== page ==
In Jewish folklore, “Luz,” the home of the immortals, is also
called the “Blue City.”
Tibetan Buddhists believe blue is the color of transcendant wisdom and
IV. Mauve: Mauve is either a shade of purple or violet.
Purple was a symbol of power in many cultures; also of luxury and affluence.
Violet, standing between blue and red, is a symbol of meditation, of balance
between heaven and earth, mind and body, love and wisdom, of measure and
It is the color of temperance, clarity of mind, fidelity, balance between
sense and spirit, passion and reason, love and wisdom.
It is also the color of secrecy and of moderation.
V. Ivy: Ivy is often a symbol of immortality.
It stood for the eternal cycle of death and rebirth and the myth of the
It also symbolized desire.
In Etruscan art, it is often a symbol of procreation and sensuality and
It is also the symbol of friendship and fidelity—it was often presented
to a bride and groom at their wedding in ancient Greece.
VI. Burgundy Red: Red denotes heat, intensity, passion; it can
represent things dangerous or full of freedom.
Red is the color of fire and blood and regarded universally as the basic
symbol of the life principle, with its dazzling strength and power;
nevertheless, it possesses the same symbolic ambivalence of danger or beauty,
depending on whether the red is dark or bright.
Burgundy is a combination of red and purple.
The positive aspects include: life, love, warmth, passion, fertility; the
negative aspects include: war, destruction, fire, spilling of blood,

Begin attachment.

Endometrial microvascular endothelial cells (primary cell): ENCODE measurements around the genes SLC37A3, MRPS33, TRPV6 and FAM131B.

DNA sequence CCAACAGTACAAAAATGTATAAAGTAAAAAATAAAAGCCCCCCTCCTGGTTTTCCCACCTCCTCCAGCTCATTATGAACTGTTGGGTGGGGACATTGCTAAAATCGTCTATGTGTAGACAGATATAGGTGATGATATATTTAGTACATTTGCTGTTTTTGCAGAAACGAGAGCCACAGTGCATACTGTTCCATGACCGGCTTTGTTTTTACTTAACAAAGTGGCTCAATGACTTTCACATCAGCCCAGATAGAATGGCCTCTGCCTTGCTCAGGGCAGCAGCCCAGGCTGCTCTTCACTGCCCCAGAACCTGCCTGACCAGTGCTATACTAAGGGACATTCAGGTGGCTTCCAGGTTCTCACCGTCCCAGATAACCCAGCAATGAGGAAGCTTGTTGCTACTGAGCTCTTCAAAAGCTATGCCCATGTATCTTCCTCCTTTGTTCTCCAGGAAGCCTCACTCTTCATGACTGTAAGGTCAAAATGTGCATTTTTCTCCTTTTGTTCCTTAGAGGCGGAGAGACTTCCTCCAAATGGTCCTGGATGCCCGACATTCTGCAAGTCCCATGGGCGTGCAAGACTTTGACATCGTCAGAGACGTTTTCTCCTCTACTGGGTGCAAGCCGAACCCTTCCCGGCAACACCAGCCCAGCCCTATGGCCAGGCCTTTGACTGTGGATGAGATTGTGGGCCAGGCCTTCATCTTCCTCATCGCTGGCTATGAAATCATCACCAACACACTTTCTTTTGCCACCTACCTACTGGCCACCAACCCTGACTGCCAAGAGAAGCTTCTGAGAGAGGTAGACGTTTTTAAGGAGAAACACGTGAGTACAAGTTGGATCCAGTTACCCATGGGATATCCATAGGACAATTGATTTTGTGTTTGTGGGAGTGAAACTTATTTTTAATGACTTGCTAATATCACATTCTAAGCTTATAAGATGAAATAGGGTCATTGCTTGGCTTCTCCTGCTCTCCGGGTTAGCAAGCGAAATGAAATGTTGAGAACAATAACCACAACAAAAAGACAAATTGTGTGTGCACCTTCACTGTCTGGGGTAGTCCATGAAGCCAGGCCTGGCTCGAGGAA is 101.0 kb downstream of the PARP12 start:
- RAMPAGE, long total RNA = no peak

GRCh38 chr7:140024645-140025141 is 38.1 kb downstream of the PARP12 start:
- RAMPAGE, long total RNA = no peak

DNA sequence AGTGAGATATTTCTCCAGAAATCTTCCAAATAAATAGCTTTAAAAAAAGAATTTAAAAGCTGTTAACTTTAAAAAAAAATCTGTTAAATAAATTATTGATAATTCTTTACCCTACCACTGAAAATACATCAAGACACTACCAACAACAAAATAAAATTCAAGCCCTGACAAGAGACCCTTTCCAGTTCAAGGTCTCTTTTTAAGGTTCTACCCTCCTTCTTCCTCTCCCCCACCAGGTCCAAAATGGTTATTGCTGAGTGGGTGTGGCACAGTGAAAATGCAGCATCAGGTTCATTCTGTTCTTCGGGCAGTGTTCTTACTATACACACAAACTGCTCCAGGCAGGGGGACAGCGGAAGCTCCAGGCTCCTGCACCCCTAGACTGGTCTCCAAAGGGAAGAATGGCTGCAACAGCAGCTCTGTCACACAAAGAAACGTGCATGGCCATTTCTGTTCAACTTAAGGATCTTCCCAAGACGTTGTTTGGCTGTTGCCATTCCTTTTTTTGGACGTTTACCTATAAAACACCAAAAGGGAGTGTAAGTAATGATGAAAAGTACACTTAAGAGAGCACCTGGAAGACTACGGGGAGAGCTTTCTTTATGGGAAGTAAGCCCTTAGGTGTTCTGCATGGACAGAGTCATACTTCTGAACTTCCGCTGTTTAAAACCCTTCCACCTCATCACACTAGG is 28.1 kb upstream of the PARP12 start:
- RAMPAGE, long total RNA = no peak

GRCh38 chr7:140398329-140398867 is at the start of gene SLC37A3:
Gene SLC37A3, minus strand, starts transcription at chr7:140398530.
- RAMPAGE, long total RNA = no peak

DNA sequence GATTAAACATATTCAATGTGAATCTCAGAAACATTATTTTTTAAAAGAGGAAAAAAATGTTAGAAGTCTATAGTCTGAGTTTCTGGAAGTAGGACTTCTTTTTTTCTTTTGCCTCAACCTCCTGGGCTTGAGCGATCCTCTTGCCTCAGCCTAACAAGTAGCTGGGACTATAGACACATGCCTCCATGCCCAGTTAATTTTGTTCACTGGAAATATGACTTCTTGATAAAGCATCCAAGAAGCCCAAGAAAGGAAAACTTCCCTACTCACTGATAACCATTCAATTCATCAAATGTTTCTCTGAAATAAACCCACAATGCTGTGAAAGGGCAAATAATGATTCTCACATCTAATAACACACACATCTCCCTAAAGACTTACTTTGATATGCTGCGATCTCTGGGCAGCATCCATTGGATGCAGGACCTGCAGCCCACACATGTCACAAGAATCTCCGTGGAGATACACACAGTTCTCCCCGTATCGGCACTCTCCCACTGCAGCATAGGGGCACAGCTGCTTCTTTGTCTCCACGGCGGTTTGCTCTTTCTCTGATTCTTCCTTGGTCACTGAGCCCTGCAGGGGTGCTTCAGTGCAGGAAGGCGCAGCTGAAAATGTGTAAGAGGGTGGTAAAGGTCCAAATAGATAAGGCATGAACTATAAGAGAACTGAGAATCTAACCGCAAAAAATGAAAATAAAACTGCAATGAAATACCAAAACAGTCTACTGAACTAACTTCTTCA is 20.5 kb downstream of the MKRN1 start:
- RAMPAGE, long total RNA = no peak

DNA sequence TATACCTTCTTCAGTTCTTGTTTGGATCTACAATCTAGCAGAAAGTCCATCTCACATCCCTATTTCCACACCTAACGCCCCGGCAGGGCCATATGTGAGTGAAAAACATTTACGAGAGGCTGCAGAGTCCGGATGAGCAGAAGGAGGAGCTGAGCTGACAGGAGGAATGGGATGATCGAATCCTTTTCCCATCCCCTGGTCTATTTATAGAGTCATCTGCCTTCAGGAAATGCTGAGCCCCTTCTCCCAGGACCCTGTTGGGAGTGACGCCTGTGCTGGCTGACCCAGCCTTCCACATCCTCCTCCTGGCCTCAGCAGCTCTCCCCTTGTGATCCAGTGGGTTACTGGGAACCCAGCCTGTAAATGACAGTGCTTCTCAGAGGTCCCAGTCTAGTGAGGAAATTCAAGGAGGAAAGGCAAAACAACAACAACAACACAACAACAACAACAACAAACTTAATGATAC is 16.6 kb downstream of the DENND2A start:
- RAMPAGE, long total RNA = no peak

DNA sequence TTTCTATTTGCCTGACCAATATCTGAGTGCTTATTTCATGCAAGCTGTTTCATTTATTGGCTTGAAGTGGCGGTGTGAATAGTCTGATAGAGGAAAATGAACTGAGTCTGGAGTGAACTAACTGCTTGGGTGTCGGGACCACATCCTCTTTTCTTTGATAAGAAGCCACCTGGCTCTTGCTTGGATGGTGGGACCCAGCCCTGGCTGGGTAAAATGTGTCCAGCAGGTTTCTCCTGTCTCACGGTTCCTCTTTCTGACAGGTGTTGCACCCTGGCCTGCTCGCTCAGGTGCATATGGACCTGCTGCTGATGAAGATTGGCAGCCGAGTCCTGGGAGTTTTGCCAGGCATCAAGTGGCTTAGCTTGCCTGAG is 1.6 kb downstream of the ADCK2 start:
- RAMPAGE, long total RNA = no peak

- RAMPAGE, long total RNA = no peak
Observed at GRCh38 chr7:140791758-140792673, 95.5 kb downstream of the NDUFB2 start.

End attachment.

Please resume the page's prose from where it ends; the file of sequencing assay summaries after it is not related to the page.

revolution, and evil.
In Medieval alchemy, red was often thought to be the color of the
Philosopher’s Stone, which was thought of as a stone that bore the sign
Red can represent a bold color promising new beginning, new life, and warmth;
it is also the color of wild explosiveness.
This just is the tip of the iceberg of the research into the psychology of
color symbolism, and I’ve listed just a few of the symbols that colors
have represented over time and in differing cultures.
I hope you enjoy this and that it enhances your imagination about the music as
you play Roger Cichy’s Colours.
Colours by Roger Cichy was commissioned by the Kansas State
University Bands, written in 1997, and premiered on May 10 of that year, with
the composer conducting at KSU.
Each of the six movements (Amber, Dark Jade, Blue Sapphire, Mauve, Dark Ivy,
and Burgundy Red) go beyond the color itself, deeply delving into the symbolic
meaning and “musical” pigment of each color.
Each movement creates an impression of the color itself.
Several movements employ jazz style, inflection, and harmony.
Roger Cichy was guest conductor and commissioned composer for the 50th
anniversary Concord Band celebration in 2009, conducting his outstanding
commission Flowing Pens from Concord.